"I have a little emoji of a bald guy with a bit of facial growth giving a thumbs up, and so every hour or so I try and send that emoji to her and she knows that I'm OK," Hain said just after fighting fires in the Wollondilly Shire, just south of Sydney.
"We get into some places and there's not a lot of reception and you know, we've got a sort of thing in place that no news if good news, if she doesn't hear from me. So, we've got plans around it to try and put her mind at ease," he added.
Two volunteer firefighters were killed last week when their truck was struck by a falling tree as it travelled to a fire front.
Bushfires have destroyed more than 3.7 million hectares (9.1 million acres) since they first erupted in spring in an early and ominous start to the fire season.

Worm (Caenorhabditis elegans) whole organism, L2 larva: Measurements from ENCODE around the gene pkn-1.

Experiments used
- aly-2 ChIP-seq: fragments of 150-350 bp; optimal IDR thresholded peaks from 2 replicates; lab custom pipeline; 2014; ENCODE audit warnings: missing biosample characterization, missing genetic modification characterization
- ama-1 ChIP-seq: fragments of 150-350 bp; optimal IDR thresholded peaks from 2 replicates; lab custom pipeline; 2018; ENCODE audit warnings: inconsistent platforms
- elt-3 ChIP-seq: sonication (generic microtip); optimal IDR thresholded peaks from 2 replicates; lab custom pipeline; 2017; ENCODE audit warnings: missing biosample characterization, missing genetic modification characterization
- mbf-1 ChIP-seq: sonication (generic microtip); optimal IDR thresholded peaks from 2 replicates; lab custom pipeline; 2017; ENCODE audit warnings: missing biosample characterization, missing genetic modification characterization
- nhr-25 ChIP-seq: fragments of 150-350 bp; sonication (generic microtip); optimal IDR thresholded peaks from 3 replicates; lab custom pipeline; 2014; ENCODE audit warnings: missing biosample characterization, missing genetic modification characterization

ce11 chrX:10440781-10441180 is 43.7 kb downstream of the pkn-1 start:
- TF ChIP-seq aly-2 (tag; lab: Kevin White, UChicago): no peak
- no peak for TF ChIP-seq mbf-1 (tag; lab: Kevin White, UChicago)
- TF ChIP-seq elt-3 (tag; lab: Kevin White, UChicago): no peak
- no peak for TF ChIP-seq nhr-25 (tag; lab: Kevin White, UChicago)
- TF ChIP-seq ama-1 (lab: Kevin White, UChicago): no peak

An enduring drought and record high temperatures have added to the intensity and sparked a debate over whether volunteers should be paid. Australian Prime Minister Scott Morrison announced up to four-week paid leave for volunteer firefighters who work as public servants on Tuesday (December 24) during his tour to fire-affected areas across the country.
Hain's wife, Kate Hain, said she is proud of him for contributing so strongly to the local community, but his contributions come at a cost.
"We get nothing and they expect the amount of time and effort and danger they put themselves in, it's just expected. I find that just amazing, that nobody gives us anything," said Kate.
(Production: Jill Gralow)